Looking at the industry, Kolovich said the Micro C device can play a competitive role in three different markets: tier one, hospitals and surgery centers, which is about a $4 billion market; tier two, military and correctional facilities or on the sidelines or locker rooms, which is a $10 billion market; and tier three, nursing homes and home health care, which he said is at least a $12 billion market.
“That’s when you really open up the market, because you can build these triage and telemedicine platforms to help people remotely,” he said, adding that the device can also be brought on a plane and could be used in Third World countries or other places X-ray technology isn’t readily available.
Kolovich said the device virtually has no competition in the nursing home and home health care market, so that remains a large focus for the company.
“Without lifting a finger, day one you’re competing in three different markets at $25 billion plus, and that’s a good place to start with essentially no competitors in tier two and tier three,” he said.
The specific purpose of getting the device to market and making the customer and patient happy remains the focus of OXOS, Kolovich said, but they’re also exploring new ideas and purposes as they present themselves.
“In 2018 we were really keen on locking down our intellectual property so that we could start new projects without giving the secret sauce away,” he said.
Looking ahead, when Kolovich says the sky’s the limit, he means it. In October, OXOS was selected as a winner of the NASA iTech Cycle II Forum, which was held in Las Cruces, N.M.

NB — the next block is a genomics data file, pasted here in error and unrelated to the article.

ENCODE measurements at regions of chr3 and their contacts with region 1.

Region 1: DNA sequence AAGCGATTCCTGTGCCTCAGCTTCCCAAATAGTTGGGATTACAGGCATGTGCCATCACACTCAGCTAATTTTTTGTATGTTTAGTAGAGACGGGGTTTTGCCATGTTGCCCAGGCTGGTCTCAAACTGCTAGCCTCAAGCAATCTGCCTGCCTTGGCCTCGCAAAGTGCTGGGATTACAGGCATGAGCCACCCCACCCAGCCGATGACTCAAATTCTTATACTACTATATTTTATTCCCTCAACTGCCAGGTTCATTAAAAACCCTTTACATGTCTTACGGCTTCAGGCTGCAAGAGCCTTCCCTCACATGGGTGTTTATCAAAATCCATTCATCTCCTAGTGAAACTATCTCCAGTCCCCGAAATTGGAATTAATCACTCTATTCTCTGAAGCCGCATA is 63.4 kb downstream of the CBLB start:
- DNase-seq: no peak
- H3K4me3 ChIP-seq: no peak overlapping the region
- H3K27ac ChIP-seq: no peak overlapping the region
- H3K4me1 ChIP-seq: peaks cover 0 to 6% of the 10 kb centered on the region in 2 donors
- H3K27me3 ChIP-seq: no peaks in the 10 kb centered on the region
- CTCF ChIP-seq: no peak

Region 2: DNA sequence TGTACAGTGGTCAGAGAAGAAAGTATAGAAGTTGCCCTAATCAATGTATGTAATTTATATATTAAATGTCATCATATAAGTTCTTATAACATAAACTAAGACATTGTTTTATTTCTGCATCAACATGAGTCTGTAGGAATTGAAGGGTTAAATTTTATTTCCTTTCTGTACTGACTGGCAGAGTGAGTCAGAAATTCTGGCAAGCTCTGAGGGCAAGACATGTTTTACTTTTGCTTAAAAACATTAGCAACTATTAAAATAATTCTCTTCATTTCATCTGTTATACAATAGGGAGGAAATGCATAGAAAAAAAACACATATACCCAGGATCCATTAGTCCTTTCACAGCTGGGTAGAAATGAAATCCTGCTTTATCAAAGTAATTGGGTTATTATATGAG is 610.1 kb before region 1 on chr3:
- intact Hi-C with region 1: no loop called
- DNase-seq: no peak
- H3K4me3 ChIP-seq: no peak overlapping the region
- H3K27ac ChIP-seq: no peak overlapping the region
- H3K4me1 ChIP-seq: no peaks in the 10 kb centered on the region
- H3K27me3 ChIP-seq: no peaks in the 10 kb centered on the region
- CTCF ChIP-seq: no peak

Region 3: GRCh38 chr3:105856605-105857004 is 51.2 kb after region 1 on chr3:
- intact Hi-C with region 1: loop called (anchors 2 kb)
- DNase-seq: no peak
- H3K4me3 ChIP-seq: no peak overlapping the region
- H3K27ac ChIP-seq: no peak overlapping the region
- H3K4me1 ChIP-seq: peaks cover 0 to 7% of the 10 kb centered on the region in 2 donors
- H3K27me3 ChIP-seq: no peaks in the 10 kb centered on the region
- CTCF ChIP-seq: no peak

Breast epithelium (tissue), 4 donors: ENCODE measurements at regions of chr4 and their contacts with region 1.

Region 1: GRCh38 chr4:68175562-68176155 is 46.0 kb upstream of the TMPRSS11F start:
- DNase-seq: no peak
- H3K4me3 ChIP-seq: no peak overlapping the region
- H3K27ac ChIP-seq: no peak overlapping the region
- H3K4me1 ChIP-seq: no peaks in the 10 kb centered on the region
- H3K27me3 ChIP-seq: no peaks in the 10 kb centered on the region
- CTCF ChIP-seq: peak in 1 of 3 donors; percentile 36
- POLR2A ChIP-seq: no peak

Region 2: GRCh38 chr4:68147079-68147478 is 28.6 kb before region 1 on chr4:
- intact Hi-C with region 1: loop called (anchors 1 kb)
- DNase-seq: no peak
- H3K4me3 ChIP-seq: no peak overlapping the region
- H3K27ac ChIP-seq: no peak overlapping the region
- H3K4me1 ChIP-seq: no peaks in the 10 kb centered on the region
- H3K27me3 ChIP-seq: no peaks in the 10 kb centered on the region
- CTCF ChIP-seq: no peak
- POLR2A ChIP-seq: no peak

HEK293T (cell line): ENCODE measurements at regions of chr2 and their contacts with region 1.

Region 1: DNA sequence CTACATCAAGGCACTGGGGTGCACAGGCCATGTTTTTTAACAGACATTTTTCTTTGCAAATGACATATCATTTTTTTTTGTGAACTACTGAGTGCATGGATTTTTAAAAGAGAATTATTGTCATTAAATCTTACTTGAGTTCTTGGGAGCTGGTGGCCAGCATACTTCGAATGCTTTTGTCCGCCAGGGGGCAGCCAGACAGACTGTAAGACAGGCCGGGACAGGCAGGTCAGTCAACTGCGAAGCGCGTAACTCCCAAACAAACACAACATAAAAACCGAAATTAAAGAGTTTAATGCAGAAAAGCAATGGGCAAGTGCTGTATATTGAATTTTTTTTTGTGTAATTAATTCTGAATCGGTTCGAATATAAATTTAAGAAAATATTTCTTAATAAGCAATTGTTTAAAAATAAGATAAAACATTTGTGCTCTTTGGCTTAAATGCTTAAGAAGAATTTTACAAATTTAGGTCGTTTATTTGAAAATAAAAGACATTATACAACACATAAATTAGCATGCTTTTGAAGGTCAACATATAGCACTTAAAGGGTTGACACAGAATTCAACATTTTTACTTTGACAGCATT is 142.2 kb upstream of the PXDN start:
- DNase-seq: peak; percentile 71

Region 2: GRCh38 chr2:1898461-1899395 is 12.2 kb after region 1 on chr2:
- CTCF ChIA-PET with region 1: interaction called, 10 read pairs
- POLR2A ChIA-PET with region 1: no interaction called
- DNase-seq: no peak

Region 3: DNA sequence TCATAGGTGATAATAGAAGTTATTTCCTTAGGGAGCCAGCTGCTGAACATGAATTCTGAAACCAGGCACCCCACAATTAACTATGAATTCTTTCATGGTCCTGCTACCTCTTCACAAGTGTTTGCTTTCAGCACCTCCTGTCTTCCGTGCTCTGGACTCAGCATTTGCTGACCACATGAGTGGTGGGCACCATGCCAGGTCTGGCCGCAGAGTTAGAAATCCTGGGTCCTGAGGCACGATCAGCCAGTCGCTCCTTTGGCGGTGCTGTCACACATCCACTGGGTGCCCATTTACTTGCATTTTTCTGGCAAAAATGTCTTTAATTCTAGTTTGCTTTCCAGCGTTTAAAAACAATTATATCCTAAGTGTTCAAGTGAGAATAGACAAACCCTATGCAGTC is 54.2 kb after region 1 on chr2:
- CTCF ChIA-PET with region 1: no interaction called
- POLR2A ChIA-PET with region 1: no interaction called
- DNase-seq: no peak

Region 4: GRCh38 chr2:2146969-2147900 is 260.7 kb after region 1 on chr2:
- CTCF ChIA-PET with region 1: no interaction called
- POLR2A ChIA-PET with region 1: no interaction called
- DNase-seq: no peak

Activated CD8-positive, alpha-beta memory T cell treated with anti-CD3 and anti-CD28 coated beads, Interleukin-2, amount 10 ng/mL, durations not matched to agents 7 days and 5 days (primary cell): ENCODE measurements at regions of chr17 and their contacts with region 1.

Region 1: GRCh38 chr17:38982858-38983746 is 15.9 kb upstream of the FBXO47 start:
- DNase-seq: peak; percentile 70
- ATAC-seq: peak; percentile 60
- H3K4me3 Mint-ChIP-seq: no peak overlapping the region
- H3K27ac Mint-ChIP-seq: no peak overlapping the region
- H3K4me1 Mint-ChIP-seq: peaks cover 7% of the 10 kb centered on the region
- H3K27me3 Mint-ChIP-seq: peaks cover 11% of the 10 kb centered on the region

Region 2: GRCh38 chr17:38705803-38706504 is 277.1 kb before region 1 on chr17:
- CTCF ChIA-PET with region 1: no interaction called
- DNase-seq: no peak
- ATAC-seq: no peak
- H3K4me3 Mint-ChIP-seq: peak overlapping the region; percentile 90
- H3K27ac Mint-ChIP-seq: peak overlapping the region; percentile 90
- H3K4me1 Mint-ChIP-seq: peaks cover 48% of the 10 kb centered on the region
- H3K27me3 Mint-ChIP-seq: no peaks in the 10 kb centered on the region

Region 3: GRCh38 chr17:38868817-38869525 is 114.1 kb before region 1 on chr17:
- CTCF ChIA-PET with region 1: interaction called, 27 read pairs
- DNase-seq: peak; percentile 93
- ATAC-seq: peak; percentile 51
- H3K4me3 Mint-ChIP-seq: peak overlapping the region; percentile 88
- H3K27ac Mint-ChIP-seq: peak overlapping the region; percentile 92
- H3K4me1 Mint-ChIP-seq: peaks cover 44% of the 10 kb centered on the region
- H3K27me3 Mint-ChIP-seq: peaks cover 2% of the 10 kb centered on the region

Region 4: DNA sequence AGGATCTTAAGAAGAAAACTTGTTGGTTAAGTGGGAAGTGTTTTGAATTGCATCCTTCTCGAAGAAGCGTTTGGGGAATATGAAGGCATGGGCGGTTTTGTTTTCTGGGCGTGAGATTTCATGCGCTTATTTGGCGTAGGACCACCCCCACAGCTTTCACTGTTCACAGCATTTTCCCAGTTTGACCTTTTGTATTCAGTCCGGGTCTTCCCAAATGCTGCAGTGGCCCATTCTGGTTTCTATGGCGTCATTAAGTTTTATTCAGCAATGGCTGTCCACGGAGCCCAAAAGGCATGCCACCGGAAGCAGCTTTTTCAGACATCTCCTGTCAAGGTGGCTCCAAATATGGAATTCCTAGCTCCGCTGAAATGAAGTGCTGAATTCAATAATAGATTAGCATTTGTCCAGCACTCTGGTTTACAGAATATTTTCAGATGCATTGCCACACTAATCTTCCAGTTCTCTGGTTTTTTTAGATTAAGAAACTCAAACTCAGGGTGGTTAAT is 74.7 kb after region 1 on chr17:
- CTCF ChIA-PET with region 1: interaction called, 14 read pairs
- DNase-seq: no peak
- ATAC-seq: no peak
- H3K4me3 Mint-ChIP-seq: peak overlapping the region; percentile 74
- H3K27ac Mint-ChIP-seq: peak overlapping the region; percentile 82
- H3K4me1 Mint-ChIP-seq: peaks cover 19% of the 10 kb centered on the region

A branch of the the Space Technology Mission Directorate, NASA iTech is working to identify cutting-edge technologies developed outside of NASA that solve problems on Earth but also address the challenges facing exploration of the moon and Mars.
The goal is to get to Mars in 20 years, but it takes about 400 days to complete the trip and Kolovich said it’s estimated that astronauts would lose about 1.5% of their bone density each month, so having the ability to monitor bone quality and density in space is hugely important.
“All things considered, you’re going to go from a healthy astronaut to a post-menopausal, osteoporotic person within a year, so NASA is afraid of an astronaut stepping onto Mars and breaking their femur,” Kolovich said, adding that a femur break in space is essentially a death sentence. “You can’t walk, you can’t have surgery and there would be no way to heal that in space. And secondarily you’d have to wait (400 days) to get back, so it’s the kiss of death.”
The company has also had inquires from industrial aerospace companies and veterinary medicine.
“We didn’t know about all of these applications when we started off. It was a device that I designed to make my life easier and make my colleagues’ lives easier, and now it’s sort of extrapolating into all these different things. These are things that we had to form strategic partnerships and alliances to do. We can’t do it all by ourselves,” Kolovich said.
“The goal is to change the face of the OR and remake the need for the C-Arm.”
No matter where the industry takes them, Kolovich said there is no better place than Savannah to continue the company’s growth.
“We were born here in Savannah and we would like to manufacture here on the coast. Maintaining that good relationship with the good people on the coast of Georgia is special to us, because we started here and we want to end here,” he said.